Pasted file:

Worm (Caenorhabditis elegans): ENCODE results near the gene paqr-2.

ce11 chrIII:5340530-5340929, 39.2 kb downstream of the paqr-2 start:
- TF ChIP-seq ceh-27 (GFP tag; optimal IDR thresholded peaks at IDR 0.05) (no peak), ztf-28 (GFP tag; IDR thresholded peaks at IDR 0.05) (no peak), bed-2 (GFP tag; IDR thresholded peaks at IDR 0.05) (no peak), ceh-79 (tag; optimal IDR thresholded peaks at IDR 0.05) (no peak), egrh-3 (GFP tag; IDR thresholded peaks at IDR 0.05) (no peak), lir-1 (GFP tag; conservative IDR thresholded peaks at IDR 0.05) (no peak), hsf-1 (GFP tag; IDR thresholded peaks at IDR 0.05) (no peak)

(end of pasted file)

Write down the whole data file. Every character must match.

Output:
Worm (Caenorhabditis elegans): ENCODE results near the gene paqr-2.

ce11 chrIII:5340530-5340929, 39.2 kb downstream of the paqr-2 start:
- TF ChIP-seq ceh-27 (GFP tag; optimal IDR thresholded peaks at IDR 0.05) (no peak), ztf-28 (GFP tag; IDR thresholded peaks at IDR 0.05) (no peak), bed-2 (GFP tag; IDR thresholded peaks at IDR 0.05) (no peak), ceh-79 (tag; optimal IDR thresholded peaks at IDR 0.05) (no peak), egrh-3 (GFP tag; IDR thresholded peaks at IDR 0.05) (no peak), lir-1 (GFP tag; conservative IDR thresholded peaks at IDR 0.05) (no peak), hsf-1 (GFP tag; IDR thresholded peaks at IDR 0.05) (no peak)